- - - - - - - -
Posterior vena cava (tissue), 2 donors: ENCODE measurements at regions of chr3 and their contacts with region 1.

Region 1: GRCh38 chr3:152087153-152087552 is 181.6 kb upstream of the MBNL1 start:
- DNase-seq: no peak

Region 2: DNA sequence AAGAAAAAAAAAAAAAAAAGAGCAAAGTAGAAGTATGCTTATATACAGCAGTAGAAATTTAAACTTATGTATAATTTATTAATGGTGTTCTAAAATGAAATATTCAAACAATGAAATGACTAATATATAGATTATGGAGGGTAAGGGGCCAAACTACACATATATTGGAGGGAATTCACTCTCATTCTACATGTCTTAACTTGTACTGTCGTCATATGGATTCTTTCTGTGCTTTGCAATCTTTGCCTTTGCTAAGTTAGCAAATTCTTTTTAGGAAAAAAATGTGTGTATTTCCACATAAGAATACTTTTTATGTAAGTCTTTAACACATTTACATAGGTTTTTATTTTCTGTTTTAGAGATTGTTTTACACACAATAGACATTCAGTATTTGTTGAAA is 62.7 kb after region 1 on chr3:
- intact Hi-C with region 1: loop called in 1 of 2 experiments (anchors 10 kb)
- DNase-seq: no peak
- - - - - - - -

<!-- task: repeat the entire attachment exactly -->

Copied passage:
Posterior vena cava (tissue), 2 donors: ENCODE measurements at regions of chr3 and their contacts with region 1.

Region 1: GRCh38 chr3:152087153-152087552 is 181.6 kb upstream of the MBNL1 start:
- DNase-seq: no peak

Region 2: DNA sequence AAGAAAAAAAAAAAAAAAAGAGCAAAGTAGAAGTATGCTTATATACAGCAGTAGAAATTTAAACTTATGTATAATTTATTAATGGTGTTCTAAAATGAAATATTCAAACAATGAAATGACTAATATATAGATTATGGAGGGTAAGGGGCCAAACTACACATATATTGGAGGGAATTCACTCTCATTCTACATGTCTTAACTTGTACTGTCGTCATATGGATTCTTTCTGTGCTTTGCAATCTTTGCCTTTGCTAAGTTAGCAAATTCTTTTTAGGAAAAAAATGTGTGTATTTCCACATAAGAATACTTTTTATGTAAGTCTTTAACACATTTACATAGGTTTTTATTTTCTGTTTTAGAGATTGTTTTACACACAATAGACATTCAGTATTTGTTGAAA is 62.7 kb after region 1 on chr3:
- intact Hi-C with region 1: loop called in 1 of 2 experiments (anchors 10 kb)
- DNase-seq: no peak